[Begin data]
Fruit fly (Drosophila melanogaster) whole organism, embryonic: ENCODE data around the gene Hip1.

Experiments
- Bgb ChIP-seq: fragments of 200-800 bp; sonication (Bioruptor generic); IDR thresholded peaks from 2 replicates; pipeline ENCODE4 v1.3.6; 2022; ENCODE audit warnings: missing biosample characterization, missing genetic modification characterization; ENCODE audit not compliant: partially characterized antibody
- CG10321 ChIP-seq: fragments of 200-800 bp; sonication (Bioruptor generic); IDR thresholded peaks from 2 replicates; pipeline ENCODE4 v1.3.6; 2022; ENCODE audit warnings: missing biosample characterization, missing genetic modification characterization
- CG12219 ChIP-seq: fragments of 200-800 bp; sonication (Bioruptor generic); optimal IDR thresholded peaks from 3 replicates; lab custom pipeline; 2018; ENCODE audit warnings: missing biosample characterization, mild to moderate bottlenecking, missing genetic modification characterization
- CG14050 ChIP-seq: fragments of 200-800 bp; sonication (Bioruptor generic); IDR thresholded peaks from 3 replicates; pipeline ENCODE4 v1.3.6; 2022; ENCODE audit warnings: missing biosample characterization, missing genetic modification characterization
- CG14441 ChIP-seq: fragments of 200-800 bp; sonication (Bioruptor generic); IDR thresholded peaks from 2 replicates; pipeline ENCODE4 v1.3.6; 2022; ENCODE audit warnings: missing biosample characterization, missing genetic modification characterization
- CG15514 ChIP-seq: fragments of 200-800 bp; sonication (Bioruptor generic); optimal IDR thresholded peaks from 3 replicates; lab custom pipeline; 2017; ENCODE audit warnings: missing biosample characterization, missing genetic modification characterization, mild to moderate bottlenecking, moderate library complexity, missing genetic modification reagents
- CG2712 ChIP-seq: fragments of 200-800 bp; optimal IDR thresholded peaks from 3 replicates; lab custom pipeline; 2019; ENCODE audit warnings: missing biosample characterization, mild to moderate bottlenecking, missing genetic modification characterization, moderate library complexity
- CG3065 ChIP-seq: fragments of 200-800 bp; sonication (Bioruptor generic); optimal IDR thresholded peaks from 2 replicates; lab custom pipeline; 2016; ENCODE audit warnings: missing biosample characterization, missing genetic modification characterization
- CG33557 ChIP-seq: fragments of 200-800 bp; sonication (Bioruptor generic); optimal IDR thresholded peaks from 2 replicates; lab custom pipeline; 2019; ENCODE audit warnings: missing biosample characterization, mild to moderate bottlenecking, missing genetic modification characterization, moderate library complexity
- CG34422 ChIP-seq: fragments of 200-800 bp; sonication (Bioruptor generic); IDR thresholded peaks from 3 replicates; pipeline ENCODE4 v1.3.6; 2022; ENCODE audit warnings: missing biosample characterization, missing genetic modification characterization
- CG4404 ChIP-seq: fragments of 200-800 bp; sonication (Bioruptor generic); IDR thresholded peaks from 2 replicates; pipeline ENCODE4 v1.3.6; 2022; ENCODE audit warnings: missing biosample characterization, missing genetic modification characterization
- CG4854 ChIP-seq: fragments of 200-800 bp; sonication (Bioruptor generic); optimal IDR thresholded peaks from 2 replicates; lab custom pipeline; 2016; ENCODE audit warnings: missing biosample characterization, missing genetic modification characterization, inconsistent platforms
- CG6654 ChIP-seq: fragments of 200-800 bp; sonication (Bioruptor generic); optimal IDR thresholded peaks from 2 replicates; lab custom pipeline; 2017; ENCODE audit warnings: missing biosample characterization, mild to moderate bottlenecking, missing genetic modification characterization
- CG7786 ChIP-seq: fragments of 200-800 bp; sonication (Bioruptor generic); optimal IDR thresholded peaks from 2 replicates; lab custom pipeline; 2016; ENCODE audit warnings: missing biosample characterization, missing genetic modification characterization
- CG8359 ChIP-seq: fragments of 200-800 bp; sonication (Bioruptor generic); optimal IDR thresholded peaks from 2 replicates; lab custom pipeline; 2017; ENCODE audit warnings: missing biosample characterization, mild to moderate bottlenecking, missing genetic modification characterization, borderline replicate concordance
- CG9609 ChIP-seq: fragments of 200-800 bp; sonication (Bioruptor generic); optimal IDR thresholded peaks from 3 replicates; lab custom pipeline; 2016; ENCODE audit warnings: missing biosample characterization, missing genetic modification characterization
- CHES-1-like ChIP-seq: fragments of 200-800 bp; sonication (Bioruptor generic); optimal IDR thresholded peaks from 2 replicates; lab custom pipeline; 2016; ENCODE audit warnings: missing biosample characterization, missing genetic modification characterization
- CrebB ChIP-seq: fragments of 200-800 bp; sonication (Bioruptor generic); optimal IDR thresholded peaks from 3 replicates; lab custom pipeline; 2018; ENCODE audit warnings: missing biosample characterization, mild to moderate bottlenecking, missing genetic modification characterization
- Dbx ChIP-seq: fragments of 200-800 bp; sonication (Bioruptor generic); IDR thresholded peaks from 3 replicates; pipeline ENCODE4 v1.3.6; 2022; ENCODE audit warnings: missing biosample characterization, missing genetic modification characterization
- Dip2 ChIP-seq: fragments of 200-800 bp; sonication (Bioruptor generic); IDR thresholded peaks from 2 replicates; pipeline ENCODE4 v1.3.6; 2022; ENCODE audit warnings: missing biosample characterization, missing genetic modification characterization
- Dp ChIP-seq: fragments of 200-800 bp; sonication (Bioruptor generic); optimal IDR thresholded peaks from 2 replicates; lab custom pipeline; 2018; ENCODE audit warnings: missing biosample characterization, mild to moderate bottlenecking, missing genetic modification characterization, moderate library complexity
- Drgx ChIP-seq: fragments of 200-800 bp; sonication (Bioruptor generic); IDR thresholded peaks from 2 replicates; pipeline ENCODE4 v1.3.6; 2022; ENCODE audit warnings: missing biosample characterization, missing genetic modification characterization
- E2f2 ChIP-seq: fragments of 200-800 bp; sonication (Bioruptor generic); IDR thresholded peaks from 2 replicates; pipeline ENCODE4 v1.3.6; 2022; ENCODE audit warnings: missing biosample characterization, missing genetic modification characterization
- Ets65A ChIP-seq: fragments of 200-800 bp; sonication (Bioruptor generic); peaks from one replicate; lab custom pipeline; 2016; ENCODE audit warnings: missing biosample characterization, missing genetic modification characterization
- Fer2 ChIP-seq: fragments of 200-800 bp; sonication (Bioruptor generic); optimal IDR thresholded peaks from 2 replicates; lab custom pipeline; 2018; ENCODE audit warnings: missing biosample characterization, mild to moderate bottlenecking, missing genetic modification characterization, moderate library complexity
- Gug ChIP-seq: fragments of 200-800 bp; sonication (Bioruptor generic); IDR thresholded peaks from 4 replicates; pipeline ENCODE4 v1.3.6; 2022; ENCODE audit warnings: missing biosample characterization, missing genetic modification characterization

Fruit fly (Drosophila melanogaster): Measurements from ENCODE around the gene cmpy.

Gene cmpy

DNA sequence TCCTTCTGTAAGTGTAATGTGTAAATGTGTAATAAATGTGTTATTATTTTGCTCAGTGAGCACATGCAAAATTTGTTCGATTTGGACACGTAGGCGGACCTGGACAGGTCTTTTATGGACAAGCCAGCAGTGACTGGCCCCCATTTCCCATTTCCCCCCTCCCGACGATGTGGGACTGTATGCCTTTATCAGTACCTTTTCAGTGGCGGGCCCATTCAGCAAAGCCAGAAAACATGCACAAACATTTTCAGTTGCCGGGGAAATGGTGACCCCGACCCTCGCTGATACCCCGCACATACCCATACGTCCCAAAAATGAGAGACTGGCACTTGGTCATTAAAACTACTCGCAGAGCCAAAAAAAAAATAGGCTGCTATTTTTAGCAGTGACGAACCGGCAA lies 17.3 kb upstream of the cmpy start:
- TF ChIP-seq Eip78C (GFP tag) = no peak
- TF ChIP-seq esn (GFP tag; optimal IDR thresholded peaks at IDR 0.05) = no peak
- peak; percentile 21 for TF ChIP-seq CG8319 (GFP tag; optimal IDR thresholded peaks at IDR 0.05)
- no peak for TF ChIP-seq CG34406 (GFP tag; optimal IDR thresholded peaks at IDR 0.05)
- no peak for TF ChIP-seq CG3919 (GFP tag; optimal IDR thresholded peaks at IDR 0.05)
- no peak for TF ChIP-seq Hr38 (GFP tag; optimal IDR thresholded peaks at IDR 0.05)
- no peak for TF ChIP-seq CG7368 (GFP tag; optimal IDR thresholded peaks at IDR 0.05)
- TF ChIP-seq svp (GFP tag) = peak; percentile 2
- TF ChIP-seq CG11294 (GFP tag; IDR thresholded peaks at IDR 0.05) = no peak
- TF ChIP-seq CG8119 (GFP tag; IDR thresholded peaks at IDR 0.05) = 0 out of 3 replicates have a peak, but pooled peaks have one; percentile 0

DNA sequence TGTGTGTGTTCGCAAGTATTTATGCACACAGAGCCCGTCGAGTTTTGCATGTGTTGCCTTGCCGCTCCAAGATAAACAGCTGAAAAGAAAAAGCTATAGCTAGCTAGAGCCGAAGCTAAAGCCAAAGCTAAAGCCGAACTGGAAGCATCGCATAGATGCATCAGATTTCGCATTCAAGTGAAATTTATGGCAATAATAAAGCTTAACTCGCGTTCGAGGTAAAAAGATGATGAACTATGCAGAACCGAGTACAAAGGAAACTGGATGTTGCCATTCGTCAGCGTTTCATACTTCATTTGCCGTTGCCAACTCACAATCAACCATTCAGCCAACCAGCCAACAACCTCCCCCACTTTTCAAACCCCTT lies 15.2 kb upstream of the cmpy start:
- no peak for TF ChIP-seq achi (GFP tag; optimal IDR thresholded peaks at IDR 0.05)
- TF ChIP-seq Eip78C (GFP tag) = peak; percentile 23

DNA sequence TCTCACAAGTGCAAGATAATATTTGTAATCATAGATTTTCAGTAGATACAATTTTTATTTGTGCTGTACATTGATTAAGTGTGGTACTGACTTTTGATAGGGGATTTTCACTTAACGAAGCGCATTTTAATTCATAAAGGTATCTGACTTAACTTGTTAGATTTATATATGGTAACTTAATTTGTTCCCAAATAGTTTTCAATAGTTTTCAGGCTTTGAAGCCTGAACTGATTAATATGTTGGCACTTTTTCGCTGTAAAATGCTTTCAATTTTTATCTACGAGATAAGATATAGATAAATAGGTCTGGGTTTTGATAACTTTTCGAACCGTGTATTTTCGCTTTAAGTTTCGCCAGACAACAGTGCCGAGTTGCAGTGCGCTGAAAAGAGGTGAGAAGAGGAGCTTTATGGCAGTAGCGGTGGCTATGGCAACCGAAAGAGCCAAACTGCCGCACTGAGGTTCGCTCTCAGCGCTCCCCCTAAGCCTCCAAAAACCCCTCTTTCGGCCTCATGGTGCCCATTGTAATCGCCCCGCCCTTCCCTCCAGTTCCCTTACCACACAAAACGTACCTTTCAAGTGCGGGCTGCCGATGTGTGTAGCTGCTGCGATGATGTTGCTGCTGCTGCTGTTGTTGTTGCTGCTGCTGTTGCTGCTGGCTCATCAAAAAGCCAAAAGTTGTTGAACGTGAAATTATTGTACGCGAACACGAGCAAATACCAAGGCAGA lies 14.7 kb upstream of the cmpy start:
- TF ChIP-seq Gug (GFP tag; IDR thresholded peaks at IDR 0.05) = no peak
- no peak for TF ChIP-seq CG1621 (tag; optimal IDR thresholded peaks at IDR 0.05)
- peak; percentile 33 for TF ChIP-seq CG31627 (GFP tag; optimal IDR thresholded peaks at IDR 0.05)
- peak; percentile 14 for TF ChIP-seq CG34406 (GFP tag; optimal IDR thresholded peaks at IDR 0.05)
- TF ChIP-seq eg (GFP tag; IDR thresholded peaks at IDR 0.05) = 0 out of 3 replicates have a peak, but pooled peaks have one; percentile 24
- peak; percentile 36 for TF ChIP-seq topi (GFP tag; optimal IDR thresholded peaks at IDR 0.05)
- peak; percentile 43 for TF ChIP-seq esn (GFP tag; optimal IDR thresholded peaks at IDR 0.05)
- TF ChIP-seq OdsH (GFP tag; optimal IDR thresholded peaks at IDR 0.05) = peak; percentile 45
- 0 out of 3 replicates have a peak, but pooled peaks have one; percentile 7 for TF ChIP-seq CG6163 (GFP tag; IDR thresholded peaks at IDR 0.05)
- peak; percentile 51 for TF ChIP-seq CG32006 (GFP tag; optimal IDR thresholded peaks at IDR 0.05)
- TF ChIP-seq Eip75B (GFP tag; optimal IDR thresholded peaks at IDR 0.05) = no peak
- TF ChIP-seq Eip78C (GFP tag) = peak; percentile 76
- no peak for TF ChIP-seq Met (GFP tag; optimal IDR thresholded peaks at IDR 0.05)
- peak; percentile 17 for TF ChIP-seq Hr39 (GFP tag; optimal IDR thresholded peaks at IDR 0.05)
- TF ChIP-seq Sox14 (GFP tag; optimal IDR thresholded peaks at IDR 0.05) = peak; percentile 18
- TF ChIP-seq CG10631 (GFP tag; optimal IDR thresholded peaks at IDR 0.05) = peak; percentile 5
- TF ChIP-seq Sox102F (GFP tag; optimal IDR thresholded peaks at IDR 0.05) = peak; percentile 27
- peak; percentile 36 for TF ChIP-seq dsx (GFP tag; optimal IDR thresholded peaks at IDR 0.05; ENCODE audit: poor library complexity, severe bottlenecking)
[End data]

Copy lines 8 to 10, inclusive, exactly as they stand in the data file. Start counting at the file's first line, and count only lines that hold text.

- CG15514 ChIP-seq: fragments of 200-800 bp; sonication (Bioruptor generic); optimal IDR thresholded peaks from 3 replicates; lab custom pipeline; 2017; ENCODE audit warnings: missing biosample characterization, missing genetic modification characterization, mild to moderate bottlenecking, moderate library complexity, missing genetic modification reagents
- CG2712 ChIP-seq: fragments of 200-800 bp; optimal IDR thresholded peaks from 3 replicates; lab custom pipeline; 2019; ENCODE audit warnings: missing biosample characterization, mild to moderate bottlenecking, missing genetic modification characterization, moderate library complexity
- CG3065 ChIP-seq: fragments of 200-800 bp; sonication (Bioruptor generic); optimal IDR thresholded peaks from 2 replicates; lab custom pipeline; 2016; ENCODE audit warnings: missing biosample characterization, missing genetic modification characterization